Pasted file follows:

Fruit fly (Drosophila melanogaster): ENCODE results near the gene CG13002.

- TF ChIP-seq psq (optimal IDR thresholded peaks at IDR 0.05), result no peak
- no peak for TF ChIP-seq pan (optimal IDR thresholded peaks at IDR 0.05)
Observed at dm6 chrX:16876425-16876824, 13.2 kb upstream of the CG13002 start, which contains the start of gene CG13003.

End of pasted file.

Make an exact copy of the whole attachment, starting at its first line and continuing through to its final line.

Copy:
Fruit fly (Drosophila melanogaster): ENCODE results near the gene CG13002.

- TF ChIP-seq psq (optimal IDR thresholded peaks at IDR 0.05), result no peak
- no peak for TF ChIP-seq pan (optimal IDR thresholded peaks at IDR 0.05)
Observed at dm6 chrX:16876425-16876824, 13.2 kb upstream of the CG13002 start, which contains the start of gene CG13003.